The Commission goes on to argue that the directive respects the Community principle of subsidiarity[59] because both national government and individual citizens face challenges in this field that cannot be satisfactorily solved by Member States alone. It suggests that action by Member States alone, or lack of action at Community level, would significantly undermine the safe and efficient provision of cross-border healthcare, and would leave Member States without a clear capacity to manage and steer their health systems as a whole. It states, moreover, that the directive conforms to the Community principle of proportionality[60] because it leaves a wide margin for implementation by the Member States according to their national, regional or local circumstances and, hence, does not go beyond what is necessary in order to achieve its objectives.

Particular questions raised by the Commission's draft directive to which we invite you to respond are as follows:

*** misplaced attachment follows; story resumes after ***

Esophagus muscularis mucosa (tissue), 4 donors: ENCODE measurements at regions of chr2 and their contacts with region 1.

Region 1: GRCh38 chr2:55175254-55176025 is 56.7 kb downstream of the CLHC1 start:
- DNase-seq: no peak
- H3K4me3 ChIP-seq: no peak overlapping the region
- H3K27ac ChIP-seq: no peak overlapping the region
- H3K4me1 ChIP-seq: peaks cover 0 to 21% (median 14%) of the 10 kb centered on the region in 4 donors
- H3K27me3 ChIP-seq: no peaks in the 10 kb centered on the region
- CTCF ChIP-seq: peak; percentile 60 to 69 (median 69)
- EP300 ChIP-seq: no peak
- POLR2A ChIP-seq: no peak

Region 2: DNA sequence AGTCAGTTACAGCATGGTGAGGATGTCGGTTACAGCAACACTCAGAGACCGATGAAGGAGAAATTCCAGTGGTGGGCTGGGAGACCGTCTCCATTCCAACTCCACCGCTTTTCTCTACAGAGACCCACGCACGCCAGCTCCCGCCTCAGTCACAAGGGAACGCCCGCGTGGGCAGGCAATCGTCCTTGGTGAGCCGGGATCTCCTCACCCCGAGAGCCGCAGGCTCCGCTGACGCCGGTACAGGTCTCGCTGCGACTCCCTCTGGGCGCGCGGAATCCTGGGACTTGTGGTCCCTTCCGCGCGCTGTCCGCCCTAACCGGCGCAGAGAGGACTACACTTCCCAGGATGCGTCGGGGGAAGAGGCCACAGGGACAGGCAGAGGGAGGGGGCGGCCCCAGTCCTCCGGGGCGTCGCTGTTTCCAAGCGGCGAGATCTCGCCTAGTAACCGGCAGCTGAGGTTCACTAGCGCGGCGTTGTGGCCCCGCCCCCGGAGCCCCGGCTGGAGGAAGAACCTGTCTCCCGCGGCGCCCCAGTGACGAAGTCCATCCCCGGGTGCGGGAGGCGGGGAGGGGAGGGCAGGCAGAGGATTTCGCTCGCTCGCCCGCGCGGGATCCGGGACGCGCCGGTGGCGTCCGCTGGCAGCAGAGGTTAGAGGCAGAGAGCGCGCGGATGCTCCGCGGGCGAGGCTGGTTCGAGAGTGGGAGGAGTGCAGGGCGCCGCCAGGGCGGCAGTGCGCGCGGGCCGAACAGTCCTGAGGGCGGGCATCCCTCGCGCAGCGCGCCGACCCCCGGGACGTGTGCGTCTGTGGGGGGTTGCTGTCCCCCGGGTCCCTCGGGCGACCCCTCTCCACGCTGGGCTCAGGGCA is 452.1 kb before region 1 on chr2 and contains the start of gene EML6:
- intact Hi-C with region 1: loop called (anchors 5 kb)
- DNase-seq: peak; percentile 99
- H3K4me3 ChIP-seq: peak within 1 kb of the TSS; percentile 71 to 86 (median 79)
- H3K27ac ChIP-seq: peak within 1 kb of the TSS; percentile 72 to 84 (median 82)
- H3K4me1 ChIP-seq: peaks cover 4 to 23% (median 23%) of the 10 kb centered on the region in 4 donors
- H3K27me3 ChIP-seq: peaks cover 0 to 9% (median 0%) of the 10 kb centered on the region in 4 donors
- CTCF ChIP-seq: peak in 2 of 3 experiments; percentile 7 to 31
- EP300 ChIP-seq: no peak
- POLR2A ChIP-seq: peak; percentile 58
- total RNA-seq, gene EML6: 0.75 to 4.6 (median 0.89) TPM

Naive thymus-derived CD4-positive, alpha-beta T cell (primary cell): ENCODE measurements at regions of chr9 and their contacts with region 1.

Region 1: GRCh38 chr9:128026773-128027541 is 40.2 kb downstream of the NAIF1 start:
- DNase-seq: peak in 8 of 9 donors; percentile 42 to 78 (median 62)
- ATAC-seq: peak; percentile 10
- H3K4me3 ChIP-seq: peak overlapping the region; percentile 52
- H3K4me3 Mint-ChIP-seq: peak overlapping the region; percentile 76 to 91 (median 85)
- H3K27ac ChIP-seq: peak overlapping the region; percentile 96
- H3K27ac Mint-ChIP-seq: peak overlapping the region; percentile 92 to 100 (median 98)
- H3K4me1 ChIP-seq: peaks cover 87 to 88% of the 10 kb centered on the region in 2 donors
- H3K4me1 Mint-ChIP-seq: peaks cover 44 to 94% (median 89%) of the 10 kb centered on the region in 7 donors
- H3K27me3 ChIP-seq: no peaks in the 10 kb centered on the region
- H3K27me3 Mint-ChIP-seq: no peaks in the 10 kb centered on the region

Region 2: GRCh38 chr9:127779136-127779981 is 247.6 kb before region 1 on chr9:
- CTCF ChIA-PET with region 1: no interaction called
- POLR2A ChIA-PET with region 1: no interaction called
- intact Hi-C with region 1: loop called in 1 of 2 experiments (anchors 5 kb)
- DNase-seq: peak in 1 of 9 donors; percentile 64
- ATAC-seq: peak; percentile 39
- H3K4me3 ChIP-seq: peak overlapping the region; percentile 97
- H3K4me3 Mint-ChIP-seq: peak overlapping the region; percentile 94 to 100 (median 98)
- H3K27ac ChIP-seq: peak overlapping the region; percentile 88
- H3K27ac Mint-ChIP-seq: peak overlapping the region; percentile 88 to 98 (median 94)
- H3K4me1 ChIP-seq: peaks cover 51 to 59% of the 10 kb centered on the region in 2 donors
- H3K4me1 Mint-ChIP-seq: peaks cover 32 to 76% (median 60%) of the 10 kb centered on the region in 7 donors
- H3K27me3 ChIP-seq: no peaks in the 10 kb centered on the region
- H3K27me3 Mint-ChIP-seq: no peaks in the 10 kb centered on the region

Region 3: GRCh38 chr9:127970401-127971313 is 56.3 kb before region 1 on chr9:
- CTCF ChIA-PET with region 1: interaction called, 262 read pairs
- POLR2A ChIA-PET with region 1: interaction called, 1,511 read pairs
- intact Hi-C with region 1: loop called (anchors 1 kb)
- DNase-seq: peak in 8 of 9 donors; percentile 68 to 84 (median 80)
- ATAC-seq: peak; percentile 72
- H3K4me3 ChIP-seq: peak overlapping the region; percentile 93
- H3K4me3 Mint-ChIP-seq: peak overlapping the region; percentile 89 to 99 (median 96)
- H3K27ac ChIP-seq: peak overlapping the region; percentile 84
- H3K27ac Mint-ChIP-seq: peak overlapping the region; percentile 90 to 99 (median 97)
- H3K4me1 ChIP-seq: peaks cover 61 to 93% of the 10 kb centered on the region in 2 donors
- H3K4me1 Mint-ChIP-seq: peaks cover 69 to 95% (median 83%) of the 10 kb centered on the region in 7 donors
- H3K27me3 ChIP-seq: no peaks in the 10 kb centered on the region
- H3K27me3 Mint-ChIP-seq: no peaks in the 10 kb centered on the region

• What do you see as the general advantages and disadvantages of patients having the right to obtain healthcare in Member States other than that where they reside? In what circumstances might patients seek to exercise any such right?
  • What problems do you think have arisen as a result of the present uncertainty in respect of EU citizens' rights to obtain such cross-border healthcare and to have the costs of this reimbursed by the Member State where they reside?
  • What need do you see for EU level action in this field and, if you do see such a need, what objectives should such action have?
  • What is your view of the extent to which the Commission's proposed directive will meet the objectives, if any, that you judge action at Community level should have?
  • What conditions, if any, do you feel that Member States should be allowed to impose on citizens' rights to seek healthcare in another EU country—and to what extent do you think the draft directive satisfactorily makes provision for these conditions?